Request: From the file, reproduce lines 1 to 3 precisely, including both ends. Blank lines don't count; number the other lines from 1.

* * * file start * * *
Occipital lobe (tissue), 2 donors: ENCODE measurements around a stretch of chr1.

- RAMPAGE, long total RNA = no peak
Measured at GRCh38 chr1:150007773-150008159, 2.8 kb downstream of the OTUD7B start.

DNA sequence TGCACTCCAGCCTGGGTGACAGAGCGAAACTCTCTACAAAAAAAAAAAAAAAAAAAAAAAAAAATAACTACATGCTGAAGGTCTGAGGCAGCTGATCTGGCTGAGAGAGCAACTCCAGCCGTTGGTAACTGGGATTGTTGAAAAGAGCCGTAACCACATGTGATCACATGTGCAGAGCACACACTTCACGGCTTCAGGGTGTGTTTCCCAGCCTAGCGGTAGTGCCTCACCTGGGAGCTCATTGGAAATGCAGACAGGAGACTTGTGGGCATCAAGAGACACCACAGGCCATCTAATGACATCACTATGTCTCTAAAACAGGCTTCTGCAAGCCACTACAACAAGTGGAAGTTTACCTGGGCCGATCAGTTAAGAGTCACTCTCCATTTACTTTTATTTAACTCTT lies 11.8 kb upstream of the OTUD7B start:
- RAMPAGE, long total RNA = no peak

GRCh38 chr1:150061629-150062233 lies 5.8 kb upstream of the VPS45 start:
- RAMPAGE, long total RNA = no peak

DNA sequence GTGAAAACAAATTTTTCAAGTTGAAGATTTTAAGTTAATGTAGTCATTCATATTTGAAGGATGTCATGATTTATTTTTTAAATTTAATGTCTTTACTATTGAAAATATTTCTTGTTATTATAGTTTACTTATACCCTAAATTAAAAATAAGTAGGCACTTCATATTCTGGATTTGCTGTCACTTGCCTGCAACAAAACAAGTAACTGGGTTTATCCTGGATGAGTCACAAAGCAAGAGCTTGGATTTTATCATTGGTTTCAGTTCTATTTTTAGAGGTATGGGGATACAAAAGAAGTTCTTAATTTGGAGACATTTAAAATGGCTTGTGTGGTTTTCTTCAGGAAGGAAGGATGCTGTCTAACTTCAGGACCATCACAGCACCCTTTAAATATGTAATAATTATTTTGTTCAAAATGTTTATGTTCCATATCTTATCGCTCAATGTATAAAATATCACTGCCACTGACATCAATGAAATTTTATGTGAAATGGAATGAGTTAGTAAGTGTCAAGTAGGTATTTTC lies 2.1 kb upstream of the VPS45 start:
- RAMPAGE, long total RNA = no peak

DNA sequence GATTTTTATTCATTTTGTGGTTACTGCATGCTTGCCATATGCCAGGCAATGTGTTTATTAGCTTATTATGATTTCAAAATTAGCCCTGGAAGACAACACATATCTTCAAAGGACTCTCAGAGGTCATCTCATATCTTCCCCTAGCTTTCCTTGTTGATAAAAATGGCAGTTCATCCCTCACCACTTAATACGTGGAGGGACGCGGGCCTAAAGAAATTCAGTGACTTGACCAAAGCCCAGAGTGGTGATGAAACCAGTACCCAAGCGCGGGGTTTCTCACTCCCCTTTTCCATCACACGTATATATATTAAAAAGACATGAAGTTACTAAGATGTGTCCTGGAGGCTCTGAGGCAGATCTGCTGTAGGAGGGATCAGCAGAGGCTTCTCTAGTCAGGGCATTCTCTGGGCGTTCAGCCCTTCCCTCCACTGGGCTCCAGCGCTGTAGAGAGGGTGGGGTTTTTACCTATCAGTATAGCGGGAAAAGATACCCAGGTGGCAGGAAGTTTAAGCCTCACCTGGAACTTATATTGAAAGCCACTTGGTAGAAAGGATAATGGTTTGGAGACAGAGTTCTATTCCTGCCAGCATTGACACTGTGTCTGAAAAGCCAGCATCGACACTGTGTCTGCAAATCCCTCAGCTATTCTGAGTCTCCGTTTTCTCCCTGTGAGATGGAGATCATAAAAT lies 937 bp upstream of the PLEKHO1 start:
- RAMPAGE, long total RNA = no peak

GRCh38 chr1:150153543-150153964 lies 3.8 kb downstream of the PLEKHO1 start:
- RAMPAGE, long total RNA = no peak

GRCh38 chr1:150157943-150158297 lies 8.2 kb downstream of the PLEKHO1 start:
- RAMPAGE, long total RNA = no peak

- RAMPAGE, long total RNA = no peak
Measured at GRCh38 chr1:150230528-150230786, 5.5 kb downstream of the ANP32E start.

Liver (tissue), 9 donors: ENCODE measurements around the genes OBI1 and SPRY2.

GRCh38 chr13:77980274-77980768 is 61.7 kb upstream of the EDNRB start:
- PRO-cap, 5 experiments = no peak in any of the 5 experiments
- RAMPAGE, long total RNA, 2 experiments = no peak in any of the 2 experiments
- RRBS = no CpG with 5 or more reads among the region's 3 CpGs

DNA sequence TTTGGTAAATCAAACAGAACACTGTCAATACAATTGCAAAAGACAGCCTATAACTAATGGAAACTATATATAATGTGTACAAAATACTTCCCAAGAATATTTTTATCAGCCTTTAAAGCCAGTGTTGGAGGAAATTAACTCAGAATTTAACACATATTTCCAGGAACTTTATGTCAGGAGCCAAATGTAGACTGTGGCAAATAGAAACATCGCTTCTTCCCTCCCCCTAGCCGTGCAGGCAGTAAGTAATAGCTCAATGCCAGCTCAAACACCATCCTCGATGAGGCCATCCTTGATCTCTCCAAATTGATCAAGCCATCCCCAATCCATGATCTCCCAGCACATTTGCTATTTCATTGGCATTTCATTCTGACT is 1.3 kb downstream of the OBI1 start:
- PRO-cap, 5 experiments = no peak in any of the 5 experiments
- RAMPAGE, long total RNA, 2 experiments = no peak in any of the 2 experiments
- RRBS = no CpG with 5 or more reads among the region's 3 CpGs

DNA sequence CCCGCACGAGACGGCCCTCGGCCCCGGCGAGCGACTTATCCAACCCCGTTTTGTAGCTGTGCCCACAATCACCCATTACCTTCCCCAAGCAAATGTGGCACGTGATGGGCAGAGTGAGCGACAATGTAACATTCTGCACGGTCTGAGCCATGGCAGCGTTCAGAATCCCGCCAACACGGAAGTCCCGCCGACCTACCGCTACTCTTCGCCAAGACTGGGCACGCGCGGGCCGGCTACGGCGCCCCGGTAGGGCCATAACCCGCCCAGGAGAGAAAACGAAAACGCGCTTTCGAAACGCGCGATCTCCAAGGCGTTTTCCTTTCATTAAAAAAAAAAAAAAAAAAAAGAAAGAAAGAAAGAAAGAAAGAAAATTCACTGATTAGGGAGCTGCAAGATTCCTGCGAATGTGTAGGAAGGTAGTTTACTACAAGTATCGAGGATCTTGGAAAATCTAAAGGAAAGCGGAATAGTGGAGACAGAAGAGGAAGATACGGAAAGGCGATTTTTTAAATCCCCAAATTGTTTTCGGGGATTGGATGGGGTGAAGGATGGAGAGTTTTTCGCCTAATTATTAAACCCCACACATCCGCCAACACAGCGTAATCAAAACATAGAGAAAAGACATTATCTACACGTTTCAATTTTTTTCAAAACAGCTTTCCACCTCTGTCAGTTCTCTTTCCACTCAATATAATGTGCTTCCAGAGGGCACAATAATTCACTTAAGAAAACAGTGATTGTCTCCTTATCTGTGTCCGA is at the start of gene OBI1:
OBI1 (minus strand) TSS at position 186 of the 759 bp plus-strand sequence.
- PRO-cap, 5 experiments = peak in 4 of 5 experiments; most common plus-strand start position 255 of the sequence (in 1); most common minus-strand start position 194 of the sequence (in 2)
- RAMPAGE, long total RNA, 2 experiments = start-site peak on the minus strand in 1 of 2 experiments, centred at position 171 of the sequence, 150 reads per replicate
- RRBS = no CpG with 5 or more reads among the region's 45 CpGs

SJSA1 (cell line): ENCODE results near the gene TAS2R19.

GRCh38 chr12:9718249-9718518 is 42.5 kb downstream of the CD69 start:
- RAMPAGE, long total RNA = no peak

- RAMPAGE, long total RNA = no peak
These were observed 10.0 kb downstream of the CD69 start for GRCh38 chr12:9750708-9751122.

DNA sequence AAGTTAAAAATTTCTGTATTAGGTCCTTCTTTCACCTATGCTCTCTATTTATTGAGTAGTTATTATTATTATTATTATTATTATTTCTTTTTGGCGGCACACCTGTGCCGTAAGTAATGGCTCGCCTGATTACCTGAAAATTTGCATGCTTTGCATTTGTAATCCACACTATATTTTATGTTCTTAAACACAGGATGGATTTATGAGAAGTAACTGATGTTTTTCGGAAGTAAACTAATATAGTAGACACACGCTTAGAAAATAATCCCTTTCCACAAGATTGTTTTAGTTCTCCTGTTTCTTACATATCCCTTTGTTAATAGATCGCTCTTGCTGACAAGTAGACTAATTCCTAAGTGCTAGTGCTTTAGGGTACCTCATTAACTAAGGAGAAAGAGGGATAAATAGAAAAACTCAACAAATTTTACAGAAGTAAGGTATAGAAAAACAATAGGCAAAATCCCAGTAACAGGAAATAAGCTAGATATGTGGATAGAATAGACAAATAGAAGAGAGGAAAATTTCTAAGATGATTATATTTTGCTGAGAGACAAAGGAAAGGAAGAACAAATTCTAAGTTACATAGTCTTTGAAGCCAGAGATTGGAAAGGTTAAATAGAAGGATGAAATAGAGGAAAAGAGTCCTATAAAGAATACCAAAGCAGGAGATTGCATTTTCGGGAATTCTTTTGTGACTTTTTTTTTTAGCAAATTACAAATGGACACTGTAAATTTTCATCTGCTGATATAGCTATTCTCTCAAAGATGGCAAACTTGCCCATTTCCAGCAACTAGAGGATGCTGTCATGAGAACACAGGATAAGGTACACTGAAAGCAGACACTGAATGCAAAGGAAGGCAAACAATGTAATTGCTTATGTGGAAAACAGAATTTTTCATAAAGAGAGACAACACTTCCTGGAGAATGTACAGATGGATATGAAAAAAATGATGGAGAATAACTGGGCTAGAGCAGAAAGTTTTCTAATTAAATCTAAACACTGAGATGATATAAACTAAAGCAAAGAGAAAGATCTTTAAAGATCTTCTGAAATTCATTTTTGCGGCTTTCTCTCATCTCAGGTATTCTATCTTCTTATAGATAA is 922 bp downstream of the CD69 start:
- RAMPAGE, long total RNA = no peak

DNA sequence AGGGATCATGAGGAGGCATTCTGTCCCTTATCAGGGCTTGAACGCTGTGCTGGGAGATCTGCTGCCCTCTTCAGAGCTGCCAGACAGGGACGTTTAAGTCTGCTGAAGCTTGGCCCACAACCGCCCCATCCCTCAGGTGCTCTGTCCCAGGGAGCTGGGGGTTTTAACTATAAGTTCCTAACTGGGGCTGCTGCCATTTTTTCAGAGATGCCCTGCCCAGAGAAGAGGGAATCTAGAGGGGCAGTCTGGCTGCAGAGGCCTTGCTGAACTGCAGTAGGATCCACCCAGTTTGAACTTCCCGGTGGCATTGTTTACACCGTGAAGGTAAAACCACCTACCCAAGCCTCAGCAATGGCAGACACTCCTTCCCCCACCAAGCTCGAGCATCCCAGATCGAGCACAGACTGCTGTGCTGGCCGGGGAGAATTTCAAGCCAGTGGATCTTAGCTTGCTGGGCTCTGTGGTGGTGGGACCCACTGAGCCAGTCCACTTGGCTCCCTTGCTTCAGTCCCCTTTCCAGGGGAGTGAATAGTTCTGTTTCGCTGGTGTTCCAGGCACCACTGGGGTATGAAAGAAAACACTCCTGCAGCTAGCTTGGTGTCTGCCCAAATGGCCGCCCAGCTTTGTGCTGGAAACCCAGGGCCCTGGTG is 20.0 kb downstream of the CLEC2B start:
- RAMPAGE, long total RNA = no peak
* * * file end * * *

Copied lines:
Occipital lobe (tissue), 2 donors: ENCODE measurements around a stretch of chr1.

- RAMPAGE, long total RNA = no peak
Measured at GRCh38 chr1:150007773-150008159, 2.8 kb downstream of the OTUD7B start.